I’m taking a break from the topic of educational policy this morning to tell you a bit about the man who makes my active engagement with educational policy possible — my husband, Liam.
You’ve probably noticed that Liam hasn’t been contributing to our blog much lately. Don’t mistake this for an absence of commentary on current debates– he always has plenty to say. Rather, Liam’s been quiet on the blogging front in order to make my scholar-activism and motherhood jointly possible.
As I muddle through my 9th academic year at UW-Madison, and prepare to walk five doctoral students and umpteen master’s students across the stage in spring to earn their degrees, I’m increasingly asked by younger colleagues, how do you do it all? I don’t think they’re necessarily remarking on the content of my work itself, but rather the volume of activities in which I engage, and the degree to which I bring energy to each of them.
The answer is really quite simple: Liam.
We have two children, ages 2 and 5, along with a dog and a cat, two cars, and a beautiful home. There are three meals a day for us all, always toilet paper when needed, clean laundry, and regular dental checkups and flu shots. Bedtimes are regular, as are baths, and bills are paid on time. But throughout it all, I travel 3-4 times a month giving talks, and juggle several consulting gigs on top of my full-time tenured position. This year I’m chairing my department’s admissions committee and search committee, co-directing the annual conference and co-organizing our 10 year review, while also chairing a university-wide committee and overseeing a research team of more than 20 people. Ah, and teaching.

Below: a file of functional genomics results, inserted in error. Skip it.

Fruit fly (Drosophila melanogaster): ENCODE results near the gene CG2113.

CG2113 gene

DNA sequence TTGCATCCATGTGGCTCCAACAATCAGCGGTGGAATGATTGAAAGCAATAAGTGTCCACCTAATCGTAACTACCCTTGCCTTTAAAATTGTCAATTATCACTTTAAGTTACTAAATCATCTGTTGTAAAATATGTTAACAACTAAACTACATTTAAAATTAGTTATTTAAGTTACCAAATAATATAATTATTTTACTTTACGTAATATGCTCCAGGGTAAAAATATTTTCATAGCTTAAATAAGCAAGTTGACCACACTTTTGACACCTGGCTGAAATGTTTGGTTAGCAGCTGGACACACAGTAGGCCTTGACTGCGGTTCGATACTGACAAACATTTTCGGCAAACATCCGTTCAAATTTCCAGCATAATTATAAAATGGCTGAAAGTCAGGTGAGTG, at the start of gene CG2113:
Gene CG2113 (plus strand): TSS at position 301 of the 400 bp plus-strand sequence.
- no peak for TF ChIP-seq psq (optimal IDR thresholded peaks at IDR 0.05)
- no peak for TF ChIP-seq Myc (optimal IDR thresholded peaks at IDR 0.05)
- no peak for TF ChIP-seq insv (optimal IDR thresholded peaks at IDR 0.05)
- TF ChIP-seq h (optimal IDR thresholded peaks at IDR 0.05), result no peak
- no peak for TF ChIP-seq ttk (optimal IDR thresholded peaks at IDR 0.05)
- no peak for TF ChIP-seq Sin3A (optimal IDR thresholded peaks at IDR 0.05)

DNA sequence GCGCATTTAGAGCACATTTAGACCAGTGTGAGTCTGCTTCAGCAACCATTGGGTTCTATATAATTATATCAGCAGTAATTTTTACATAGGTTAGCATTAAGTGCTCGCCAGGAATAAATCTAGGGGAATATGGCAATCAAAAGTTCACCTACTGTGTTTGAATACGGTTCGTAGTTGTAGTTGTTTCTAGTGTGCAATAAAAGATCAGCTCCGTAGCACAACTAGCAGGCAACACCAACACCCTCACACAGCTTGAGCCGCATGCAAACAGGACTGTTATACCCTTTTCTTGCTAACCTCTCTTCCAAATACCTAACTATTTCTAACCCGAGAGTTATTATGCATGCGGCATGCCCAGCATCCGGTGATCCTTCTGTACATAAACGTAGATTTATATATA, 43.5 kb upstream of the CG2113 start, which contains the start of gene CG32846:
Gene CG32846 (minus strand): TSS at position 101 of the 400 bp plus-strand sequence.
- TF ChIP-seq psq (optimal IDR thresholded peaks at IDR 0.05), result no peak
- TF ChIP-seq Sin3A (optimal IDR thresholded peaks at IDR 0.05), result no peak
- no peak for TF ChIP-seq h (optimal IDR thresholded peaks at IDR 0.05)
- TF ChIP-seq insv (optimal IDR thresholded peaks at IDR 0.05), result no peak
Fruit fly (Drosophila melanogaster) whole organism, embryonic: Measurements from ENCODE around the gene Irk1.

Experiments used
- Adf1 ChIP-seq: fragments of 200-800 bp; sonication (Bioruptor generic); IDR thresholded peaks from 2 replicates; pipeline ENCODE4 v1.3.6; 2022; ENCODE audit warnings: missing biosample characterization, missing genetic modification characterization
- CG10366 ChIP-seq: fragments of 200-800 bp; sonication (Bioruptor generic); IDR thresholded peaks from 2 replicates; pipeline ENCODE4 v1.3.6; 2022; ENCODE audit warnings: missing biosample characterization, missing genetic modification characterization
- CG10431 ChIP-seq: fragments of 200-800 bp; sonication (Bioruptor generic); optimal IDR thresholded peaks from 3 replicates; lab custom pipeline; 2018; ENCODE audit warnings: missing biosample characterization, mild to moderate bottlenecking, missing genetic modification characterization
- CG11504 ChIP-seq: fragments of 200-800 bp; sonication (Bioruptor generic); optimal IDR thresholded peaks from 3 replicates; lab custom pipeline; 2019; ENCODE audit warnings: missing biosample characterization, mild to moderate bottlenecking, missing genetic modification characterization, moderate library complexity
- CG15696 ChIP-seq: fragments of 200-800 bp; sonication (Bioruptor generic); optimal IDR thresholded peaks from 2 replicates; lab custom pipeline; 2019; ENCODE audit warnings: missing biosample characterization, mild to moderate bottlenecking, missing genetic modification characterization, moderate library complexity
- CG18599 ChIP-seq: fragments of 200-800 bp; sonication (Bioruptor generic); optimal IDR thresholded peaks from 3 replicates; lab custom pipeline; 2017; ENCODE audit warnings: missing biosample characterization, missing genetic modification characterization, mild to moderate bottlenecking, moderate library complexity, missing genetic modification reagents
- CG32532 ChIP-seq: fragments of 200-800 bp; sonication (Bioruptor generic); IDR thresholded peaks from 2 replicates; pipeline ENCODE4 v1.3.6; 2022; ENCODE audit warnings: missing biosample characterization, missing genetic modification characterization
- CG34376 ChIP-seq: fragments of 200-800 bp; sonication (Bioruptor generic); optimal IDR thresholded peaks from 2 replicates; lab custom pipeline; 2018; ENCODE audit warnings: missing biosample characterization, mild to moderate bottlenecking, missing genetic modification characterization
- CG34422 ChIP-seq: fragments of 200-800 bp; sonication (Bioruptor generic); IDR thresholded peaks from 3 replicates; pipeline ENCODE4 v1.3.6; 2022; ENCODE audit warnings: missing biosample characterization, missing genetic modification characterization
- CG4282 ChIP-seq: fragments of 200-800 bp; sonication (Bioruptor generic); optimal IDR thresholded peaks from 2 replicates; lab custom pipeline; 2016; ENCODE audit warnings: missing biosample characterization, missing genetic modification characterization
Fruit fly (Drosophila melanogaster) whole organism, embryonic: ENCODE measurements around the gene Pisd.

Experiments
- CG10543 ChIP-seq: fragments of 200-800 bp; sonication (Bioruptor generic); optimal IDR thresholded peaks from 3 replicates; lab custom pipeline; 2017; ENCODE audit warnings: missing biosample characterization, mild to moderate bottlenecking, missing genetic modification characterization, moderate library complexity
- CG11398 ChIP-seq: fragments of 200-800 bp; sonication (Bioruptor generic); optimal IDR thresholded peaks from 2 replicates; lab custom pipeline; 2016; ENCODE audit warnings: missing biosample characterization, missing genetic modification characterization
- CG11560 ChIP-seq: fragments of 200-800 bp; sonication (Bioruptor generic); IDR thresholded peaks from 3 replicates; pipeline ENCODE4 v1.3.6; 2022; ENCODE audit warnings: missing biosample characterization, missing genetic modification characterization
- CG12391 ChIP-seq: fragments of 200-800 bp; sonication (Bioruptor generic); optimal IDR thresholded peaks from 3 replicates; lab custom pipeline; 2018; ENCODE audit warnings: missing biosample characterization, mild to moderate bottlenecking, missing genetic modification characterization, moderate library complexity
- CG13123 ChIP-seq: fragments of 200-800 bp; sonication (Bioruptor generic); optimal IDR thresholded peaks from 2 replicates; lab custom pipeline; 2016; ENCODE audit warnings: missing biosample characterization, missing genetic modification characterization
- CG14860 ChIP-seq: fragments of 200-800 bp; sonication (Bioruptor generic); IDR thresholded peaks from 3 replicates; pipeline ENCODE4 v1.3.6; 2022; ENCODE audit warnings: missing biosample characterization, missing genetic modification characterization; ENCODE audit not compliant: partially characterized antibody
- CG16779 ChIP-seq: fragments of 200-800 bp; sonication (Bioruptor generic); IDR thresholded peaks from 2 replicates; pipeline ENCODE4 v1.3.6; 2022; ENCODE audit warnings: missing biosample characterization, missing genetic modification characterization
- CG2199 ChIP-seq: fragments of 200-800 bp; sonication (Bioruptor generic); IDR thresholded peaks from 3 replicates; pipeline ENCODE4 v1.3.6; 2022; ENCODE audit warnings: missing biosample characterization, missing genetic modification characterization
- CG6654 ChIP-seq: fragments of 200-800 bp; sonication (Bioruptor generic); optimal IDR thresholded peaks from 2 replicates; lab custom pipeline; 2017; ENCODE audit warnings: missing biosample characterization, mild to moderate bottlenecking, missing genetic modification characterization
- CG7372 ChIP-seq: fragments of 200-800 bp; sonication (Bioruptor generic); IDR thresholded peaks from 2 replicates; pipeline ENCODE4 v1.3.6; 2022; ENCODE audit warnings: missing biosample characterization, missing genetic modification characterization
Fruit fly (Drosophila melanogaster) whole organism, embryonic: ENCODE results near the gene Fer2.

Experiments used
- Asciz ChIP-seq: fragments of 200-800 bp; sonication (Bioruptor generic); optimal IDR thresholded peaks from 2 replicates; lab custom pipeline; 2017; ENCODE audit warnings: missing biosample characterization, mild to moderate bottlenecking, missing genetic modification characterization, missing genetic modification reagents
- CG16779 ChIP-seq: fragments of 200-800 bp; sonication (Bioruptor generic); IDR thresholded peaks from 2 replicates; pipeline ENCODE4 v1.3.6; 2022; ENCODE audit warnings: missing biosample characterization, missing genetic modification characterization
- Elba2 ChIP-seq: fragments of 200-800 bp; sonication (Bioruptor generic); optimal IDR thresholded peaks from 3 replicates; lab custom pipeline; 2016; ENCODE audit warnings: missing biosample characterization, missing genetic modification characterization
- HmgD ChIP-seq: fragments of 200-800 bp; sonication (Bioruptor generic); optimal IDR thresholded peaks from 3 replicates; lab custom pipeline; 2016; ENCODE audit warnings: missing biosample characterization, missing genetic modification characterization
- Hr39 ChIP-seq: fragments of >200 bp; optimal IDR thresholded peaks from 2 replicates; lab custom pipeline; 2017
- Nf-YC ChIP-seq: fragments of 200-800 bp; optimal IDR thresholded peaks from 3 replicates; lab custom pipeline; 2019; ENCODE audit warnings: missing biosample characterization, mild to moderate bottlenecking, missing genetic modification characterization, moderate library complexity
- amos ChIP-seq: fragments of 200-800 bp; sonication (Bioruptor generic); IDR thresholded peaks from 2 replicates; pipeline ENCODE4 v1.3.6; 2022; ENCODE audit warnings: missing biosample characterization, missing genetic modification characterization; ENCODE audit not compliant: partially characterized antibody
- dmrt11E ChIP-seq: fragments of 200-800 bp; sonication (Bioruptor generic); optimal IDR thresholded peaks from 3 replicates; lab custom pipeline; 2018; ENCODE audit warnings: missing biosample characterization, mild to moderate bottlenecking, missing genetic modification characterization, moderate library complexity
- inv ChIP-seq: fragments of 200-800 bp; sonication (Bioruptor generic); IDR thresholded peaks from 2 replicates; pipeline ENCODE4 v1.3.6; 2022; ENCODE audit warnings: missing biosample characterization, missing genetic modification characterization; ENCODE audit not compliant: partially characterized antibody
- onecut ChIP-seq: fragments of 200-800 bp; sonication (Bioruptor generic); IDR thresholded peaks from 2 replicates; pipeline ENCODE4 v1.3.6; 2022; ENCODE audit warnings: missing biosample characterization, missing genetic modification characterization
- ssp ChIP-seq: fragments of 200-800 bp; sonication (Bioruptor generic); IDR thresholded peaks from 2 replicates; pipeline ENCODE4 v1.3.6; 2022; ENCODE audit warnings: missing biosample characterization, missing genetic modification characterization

How to make these things jibe? Liam. He works full-time as policy director for the New Teachers Center, but begins each day after taking the kids to their daytime activities and stopping in time to pick them up for their evening ones. He is always happy to see them, knows every detail of their likes and dislikes, never cross, never a bear, and consistently joyful in everything in they do.
When he’s away, everything falls to pieces. The kids and I try to scrape by, but we never survive. We are miserable alone together, without our glue. He returns, and we are all back in the swing.
The British writer Arnold Bennett once said that “being a husband is a whole-time job. That is why so many husbands fail. They cannot give their entire attention to it.” Well, incredibly my husband can. He’s a whole-time husband, and if women worldwide could achieve to their full capacities supported by men like him, the next generation would be in wonderful hands.